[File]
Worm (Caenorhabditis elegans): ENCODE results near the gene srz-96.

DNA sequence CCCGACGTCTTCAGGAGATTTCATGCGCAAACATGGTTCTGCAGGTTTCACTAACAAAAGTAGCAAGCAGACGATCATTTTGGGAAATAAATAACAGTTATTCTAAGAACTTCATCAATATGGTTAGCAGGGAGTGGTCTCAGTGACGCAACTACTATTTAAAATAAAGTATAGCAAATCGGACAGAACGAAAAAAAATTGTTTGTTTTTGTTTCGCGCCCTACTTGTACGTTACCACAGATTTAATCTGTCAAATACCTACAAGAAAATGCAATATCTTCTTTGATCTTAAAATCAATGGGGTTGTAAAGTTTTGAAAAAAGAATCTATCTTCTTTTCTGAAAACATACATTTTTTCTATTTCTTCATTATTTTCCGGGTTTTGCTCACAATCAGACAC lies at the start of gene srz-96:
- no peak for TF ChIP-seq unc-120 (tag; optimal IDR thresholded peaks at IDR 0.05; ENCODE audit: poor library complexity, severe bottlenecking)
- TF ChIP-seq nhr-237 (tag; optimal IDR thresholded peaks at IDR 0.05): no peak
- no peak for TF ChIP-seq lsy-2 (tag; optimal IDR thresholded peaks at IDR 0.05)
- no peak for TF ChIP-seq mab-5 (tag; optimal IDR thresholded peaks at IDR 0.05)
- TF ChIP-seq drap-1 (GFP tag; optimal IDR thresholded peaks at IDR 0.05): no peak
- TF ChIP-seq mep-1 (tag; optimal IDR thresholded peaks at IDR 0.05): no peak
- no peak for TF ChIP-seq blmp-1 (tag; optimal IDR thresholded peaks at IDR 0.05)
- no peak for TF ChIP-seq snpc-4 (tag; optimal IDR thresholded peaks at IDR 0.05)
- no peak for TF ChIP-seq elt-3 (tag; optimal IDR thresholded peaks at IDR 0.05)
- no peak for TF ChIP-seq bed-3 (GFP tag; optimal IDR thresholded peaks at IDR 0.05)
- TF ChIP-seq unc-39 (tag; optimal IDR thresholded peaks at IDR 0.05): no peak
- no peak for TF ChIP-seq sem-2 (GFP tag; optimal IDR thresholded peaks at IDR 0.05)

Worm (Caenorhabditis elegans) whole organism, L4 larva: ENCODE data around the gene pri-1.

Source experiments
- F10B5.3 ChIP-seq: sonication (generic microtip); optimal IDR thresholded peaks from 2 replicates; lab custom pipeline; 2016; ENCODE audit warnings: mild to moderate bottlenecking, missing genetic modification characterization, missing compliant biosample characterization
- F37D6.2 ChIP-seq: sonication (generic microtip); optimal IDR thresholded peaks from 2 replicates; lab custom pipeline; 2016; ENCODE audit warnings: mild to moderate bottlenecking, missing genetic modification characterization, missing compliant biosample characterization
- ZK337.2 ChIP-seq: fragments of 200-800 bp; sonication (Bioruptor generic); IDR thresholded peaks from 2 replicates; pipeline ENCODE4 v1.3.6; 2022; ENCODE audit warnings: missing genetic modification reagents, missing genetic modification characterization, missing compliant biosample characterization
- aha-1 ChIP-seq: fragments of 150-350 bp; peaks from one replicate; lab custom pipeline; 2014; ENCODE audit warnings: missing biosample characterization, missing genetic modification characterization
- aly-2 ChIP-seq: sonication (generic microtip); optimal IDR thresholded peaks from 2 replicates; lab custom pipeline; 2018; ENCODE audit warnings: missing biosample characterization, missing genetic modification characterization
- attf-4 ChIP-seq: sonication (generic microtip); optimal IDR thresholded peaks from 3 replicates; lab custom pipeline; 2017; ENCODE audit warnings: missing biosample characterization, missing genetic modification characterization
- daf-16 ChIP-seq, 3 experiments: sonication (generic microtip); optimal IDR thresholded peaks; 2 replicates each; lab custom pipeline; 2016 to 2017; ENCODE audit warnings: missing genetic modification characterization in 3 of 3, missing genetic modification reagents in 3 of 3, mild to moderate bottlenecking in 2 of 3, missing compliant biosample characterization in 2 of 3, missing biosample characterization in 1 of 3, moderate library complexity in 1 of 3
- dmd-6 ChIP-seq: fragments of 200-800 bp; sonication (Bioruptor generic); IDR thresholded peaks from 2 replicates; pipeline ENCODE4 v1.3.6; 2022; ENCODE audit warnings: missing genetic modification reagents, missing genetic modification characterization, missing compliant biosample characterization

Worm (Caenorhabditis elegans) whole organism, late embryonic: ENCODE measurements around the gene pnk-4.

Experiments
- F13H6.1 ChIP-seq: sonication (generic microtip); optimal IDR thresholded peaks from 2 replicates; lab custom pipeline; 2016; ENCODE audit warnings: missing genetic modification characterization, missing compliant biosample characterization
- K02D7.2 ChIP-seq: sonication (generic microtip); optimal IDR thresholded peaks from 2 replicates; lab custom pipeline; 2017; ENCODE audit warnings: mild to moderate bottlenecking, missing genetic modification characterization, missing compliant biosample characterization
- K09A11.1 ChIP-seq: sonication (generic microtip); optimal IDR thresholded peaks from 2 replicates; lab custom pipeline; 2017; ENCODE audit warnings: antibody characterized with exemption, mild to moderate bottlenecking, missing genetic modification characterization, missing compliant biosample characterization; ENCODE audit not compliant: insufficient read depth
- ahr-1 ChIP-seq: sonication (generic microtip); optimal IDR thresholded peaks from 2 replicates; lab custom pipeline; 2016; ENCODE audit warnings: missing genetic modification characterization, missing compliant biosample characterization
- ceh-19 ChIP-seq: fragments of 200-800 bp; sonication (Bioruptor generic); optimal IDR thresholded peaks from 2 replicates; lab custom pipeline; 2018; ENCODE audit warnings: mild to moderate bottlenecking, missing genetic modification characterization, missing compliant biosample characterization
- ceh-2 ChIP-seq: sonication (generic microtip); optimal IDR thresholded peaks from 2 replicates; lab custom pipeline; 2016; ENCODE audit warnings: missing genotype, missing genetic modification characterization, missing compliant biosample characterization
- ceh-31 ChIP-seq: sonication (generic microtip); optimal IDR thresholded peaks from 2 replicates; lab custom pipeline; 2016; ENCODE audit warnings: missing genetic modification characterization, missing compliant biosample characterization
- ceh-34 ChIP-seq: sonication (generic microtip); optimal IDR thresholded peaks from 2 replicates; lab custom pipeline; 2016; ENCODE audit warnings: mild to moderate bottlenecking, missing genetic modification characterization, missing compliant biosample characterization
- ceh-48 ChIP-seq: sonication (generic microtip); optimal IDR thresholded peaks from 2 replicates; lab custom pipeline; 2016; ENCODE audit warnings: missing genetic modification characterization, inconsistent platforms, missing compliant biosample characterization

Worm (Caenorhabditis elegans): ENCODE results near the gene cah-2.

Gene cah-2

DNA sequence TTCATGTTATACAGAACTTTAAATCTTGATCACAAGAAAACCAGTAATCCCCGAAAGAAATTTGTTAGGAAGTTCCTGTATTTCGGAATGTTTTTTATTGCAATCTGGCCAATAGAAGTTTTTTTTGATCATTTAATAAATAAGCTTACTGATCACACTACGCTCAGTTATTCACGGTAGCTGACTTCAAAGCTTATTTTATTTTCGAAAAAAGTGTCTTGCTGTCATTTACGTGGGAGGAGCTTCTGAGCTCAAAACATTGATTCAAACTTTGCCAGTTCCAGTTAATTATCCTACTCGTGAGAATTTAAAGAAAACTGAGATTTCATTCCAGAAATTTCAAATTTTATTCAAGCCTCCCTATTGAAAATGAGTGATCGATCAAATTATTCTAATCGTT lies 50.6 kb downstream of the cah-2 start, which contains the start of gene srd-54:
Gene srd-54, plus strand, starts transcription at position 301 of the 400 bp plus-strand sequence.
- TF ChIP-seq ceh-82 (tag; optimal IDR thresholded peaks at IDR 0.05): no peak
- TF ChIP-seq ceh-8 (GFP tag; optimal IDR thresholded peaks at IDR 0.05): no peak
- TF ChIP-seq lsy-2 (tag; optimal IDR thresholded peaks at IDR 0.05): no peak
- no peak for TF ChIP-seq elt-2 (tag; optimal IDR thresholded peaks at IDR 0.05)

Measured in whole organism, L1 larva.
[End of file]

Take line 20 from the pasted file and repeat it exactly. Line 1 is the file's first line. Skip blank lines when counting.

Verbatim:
- aha-1 ChIP-seq: fragments of 150-350 bp; peaks from one replicate; lab custom pipeline; 2014; ENCODE audit warnings: missing biosample characterization, missing genetic modification characterization